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Wheat rises on prospects of tepid harvests in southern hemisphere

Chicago wheat futures regained some ground on Thursday as traders looked beyond low price offers in Europe and shifted focus to forecasts of smaller harvests in Australia and Argentina that are likely to tighten supply later in the year.

Corn and soybeans also advanced as an oil price rally lifted ethanol, an alternative fuel that can be made from either crop.

Wheat harvests in Russia and many other northern hemisphere countries are nearing an end and dry weather has hit crops in southern hemisphere exporters that harvest later, said Rod Baker, an analyst at Australian Crop Forecasters in Perth.

“While Ukraine and Russia are getting wheat out, prices will remain here,” he said. “But after that, you’ve got a shrinking crop. This is putting a floor under the market.”

Most-active wheat futures on the Chicago Board of Trade (CBOT) were up 0.4% at $5.81-1/2 a bushel by 0359 GMT.

Prices fell to $5.70 a bushel earlier this month, the lowest since December 2020.

Wheat slipped 1.6% on Wednesday after traders said the lowest free-on-board offer presented at an Egyptian state purchasing tender was for Ukrainian wheat at $239 a metric ton, far below a floor of around $270 a ton that the Russian government is seeking to impose on Russian exports.

Fears persist over Ukraine’s ability to export grain as Russia again attacked its port infrastructure, but several ships have nevertheless successfully navigated a Black Sea route.

Meanwhile, Poland’s agriculture minister said talks to resolve a dispute about a Polish ban on imports of Ukrainian grain were on track.

Ukraine’s agriculture ministry said it is keeping the 2023 grain crop forecast unchanged at 57 million tons.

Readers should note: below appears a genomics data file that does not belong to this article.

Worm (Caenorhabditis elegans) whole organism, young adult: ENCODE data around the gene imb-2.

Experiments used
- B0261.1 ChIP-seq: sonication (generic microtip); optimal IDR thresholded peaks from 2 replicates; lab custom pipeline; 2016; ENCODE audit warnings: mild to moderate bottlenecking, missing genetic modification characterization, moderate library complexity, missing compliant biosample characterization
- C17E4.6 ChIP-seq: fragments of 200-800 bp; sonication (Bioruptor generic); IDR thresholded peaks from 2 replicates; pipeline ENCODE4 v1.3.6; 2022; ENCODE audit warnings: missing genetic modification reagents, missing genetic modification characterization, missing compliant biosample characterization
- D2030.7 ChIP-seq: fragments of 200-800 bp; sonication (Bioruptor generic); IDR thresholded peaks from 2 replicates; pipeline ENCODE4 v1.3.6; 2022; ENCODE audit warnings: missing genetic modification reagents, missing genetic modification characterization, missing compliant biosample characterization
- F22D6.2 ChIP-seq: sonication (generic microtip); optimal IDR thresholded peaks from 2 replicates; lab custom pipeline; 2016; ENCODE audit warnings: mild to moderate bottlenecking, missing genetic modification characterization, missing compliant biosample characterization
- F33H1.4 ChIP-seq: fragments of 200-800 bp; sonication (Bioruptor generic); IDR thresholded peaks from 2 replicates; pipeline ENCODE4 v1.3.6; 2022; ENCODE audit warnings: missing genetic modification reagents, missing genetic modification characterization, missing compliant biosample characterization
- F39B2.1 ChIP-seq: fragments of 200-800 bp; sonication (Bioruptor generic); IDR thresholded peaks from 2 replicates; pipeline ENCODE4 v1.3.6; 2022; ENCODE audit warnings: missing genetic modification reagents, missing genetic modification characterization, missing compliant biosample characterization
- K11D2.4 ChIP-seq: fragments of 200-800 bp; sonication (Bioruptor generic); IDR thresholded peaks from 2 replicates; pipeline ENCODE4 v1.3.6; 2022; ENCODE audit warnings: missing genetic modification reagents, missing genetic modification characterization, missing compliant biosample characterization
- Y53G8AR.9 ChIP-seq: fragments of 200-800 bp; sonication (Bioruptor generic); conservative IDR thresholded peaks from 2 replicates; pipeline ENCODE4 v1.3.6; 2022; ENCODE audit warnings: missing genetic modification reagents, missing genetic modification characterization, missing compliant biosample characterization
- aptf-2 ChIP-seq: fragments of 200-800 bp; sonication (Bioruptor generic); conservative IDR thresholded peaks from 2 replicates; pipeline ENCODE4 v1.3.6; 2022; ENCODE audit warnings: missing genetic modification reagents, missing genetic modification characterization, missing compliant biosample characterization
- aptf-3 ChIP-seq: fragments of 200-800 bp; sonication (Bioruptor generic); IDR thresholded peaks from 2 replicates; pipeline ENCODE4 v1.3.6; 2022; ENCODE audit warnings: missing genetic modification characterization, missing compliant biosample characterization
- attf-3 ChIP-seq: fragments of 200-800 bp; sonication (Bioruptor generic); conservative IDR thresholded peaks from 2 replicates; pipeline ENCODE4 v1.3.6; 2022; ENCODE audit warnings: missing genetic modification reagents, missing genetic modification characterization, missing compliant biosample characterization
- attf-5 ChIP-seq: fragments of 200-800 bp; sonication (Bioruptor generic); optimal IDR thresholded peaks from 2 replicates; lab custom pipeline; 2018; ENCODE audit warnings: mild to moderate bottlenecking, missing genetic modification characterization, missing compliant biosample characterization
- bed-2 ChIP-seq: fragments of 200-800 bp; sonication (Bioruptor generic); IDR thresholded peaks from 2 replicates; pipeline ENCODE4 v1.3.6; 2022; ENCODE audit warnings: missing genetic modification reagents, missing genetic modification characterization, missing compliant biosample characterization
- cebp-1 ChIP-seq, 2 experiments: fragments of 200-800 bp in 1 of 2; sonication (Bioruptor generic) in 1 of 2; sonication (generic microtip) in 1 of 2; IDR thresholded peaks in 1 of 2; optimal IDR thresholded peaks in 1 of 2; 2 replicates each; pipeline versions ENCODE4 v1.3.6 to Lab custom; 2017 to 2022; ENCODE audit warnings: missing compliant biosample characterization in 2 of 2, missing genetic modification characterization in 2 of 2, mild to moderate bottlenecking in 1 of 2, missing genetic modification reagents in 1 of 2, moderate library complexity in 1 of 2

Traders await a U.S. Department of Agriculture (USDA) weekly export sales report on Thursday, with analysts estimating net wheat sales of 250,000-500,000 tons for the week ended Sept. 21.

Analysts also expect a separate USDA report on Friday to show U.S. all-wheat production of 1.729 billion bushels for 2023-24.

Most-active CBOT corn rose 0.4% to $4.85-1/4 a bushel and soybeans were 0.1% higher at $13.04-1/2 a bushel.

Both crops have been lifted by a 3.5% rise in oil prices since Tuesday’s market close. Crude reached its highest levels since November on Thursday.

Corn and soybeans, however, are amply supplied and the U.S. harvest is underway, bringing more crops to the market.

Spot basis bids for soybeans were steady to lower at most elevator and processor locations across the U.S. Midwest and soy crusher bids have been drifting lower.

South African farmers are expected to harvest 6% more maize in the 2022/2023 season, compared with the previous season, the government said.

Commodity funds were net buyers of CBOT corn, soyoil and soybean futures and net sellers of wheat and soymeal on Wednesday, traders said.
Source: Reuters (Reporting by Peter Hobson; Editing by Sherry Jacob-Phillips)


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